CRH: low valuations and volumes make London listings easy to dump

London Stock Exchange Group’s reaction to losing CRH is surprisingly sanguine. The Irish building materials company is joining the exodus from the City with plans to switch its primary listing from London to New York. Politicians will trade barbs about the impact of Brexit. Yet LSEG chief executive David Schwimmer simply says it is “what it is.”

CRH claims it is simply following its business growth to the US. In reality, it is following liquidity and valuations. Average daily trading volumes in CRH shares have declined over the past 10 years, as they have across the FTSE 350.

New York is a larger, more liquid market. Valuation multiples are higher. CRH trades on 15 times forecast earnings, a shade below its five-year average. Smaller US-listed peer Martin Marietta trades at 24 times expected earnings. Vulcan Materials at 31 times. Valued on such multiples, the £32bn CRH might have a market capitalisation of £66bn. 

CRH could have spun off its US operation. But that would not have suited chief executive Albert Manifold’s acquisitive style. Instead, it has refocused. The company says North America accounts for about 75 per cent of ebitda and is expected to rise. CRH’s largest acquisition last year was a $1.9bn deal to buy US railing company Barrette Outdoor Living. In 2020, it began to report earnings in US dollars.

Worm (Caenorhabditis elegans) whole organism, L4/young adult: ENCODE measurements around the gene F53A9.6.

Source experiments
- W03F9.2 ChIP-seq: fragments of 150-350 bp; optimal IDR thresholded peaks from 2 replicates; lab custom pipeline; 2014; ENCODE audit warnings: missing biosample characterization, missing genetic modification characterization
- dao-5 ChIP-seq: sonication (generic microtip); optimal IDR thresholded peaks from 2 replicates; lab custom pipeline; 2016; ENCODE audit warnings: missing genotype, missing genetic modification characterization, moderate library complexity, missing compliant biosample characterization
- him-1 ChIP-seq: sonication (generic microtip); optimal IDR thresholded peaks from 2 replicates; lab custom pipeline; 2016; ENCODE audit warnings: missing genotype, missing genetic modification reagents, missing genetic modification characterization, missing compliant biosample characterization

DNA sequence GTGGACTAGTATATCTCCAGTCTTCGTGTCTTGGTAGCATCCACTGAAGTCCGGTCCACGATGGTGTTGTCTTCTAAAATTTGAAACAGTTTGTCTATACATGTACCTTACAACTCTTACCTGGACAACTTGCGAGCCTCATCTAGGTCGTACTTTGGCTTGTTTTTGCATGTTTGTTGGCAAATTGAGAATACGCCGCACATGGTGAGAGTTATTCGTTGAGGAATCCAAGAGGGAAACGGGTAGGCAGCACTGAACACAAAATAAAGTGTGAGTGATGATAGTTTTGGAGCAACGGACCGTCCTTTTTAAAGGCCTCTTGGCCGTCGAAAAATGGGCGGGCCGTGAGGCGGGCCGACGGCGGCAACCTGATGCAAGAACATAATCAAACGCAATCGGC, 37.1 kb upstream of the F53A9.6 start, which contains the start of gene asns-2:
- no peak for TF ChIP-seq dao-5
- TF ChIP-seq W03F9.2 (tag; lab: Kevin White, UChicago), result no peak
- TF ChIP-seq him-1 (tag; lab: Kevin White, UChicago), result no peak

A New York listing does not guarantee higher valuations or more local deals. But there is little reason to think City officials can change CRH’s mind. Witness the doomed fight to persuade homegrown microchip designer Arm to relist in London.

Other companies are on the move. Plumbing product supplier Ferguson and miner BHP have transferred their primary listings out of London. Irish gambling company Flutter is considering the same move. Shell has also explored the idea. 

Promises of rule tweaks failed to win a London listing for Saudi Arabia’s state-owned oil giant Saudi Aramco in 2019. Schwimmer’s reaction to CRH’s plan at least avoids a similar whiff of desperation. But the decline of local trading volume points to a self-perpetuating problem with no easy fix.

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